Article by Hugues de Milleville
Initiatives from all levels of government indicate that we are finally becoming serious about energy conservation, and are looking for solutions to ensure that corporations and individuals alike take responsibility for the future of our energy supply. Sub-metering for multi-residential buildings is presently being touted as the answer to many of our energy concerns. The following article will show why sub-metering is at best a very short term band-aid solution, which will negatively affect Ontario’s efforts to reduce greenhouse gas (GHG) and CO2 emissions and to conserve our energy resources.
A building is a complex assembly of different technologies which interact together, many with the potential to bring energy savings. For example, installing tighter in-suite HVAC controls can save more than 30%. Installing a loop water temperature control can bring another 10% energy savings, new windows can also contribute another 10% to 30%. By taking into consideration the efficiency of a new boiler (perhaps 15% more efficient than an older model) a significantly smaller boiler will be required. Of course all of the above mentioned energy savings are not cumulative, but they can still be calculated by taking into consideration how much energy the previous measure saved
These measures seem to have been eclipsed by the erroneous assumption that sub-metering is the better way to go. In fact, several years ago sub-metering may well have been an excellent solution. However, sky-rocketing energy prices has spawned new R&D. Together with existing products, the resulting emerging technologies address high energy costs and offer a much better alternative to sub-metering in both the short and long term.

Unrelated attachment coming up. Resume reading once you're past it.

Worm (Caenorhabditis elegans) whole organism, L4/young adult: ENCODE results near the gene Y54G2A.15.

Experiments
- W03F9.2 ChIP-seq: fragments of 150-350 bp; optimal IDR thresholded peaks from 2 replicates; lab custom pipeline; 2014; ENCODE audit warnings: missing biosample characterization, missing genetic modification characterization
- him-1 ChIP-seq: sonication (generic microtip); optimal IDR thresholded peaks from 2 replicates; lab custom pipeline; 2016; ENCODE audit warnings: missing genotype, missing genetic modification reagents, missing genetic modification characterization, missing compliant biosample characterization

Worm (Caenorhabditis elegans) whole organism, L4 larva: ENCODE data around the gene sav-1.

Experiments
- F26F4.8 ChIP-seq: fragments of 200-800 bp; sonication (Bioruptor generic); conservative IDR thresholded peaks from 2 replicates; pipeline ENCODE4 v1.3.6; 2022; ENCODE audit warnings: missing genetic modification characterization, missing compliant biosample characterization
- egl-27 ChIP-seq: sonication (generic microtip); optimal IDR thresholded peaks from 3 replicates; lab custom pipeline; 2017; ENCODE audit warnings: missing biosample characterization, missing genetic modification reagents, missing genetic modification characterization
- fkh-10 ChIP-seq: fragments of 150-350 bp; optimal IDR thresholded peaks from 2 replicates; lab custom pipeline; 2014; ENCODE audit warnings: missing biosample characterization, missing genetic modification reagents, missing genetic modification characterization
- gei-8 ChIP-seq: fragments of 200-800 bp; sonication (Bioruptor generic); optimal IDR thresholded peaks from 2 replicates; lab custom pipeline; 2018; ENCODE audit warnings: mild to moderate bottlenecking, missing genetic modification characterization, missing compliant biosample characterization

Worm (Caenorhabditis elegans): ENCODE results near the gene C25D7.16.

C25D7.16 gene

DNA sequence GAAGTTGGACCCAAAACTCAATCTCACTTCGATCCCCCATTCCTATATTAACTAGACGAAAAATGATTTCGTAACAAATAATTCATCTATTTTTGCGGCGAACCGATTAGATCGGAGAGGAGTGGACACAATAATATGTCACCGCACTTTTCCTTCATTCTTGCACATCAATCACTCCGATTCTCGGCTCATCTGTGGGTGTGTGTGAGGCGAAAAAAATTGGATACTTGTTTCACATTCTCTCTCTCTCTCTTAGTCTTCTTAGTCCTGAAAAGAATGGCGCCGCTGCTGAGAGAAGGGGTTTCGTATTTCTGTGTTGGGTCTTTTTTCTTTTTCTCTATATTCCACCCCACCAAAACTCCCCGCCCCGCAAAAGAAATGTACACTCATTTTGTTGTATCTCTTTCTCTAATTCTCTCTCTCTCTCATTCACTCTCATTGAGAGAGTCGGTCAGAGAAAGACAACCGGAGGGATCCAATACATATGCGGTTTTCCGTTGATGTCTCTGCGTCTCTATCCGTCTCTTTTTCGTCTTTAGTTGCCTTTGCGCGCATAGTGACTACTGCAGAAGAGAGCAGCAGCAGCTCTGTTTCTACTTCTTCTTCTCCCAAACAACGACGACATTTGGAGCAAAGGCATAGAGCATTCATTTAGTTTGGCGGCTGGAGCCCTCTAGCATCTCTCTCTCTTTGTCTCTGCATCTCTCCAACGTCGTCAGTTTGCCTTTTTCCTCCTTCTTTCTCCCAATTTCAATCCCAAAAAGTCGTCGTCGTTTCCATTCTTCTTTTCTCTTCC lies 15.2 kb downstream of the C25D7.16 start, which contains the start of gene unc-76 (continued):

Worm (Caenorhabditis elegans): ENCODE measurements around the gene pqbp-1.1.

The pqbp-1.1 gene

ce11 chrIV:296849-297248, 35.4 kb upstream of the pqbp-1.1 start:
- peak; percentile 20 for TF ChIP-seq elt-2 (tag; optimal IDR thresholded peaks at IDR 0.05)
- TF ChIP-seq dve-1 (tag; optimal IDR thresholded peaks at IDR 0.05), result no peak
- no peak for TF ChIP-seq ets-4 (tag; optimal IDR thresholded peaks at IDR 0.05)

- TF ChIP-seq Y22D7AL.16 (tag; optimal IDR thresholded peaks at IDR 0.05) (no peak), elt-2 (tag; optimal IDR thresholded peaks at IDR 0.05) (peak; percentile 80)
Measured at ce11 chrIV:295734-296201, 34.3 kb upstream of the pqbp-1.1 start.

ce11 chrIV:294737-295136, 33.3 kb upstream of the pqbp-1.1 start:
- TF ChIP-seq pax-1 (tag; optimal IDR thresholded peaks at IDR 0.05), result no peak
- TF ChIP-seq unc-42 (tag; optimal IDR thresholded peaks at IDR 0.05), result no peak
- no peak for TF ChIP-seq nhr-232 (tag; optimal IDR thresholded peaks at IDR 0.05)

Why then is sub-metering in multi-residential so popular? Most importantly, sub-metering removes the “ownership” of paying the energy bills from the owner and passes it on to the tenant. Considering the uncertainty and volatility of energy prices, this is in itself a tremendous incentive for owners to buy into this strategy.
The whole issue of sub-metering begs the question: why would an owner choose to spend valuable dollars on energy conservation measures when most of the burden of energy bills falls squarely on the tenants’ shoulders? Property Managers and Building Owners embrace this strategy because the tenants will ultimately have to pay for all the inefficiencies of the different components in the building and the owner will have very little incentive to improve the system as they would pay only a small portion of the energy used . This is the main reason why sub-metering will actually greatly minimize energy savings which would have been otherwise achievable.
There are many existing products (and more coming on the market) that can bring several times the in-suite energy savings compared to the savings sub-metering could bring.
Nova Scotia Power conducted a very thorough test with the Log-One Intelligent Thermostat / Energy Management System (EMS) and found that by installing the EMS:
a) “There was above average savings of 33% in those apartments where the building owner pays for the utility bill.”
b) “The average savings dropped to 16% in those apartments where the tenant paid the utility bill.”
This test very clearly demonstrates that a smart controller like the Log-One can bring another 16% energy savings on top of sub-metering.
The Log-One EMS is not the only product on the market. There are many other products that complement the EMS and save in other areas for greater building or in–suite energy savings, which is a lot more than sub-metering itself could do:
- Novitherm hydronic baseboard reflectors: 10 to 15% energy savings, pay back usually less than 2 years
- Safe-T-Element: controls the exact amount of energy required to cook meals on range heating element (75% savings on “high setting”)
- Newer in suite lighting can save 75% energy.
The above is only a summary. The list of Energy Saving devices and products will continue to grow in the next few years as technology improves.
With existing and future products, most of us in the industry are convinced that 70% energy savings or more are easily achievable. Sub-metering will bring approximately 15% (20% max). As tenants pay for their utilities, the owners will have little or no incentive to implement the other measures which will bring the extra in-suite 50% to 55% savings. All of these factors will severely hamper Canada`s attempts to reduce GHG and CO2 emissions, and will delay the McGuinty government`s plans to close coal power generation plants as promised. Is this really what we want?
More information is available by contacting:
Hugues de Milleville
President Log-One Ltd.
hdemille [at] log-one [dot] com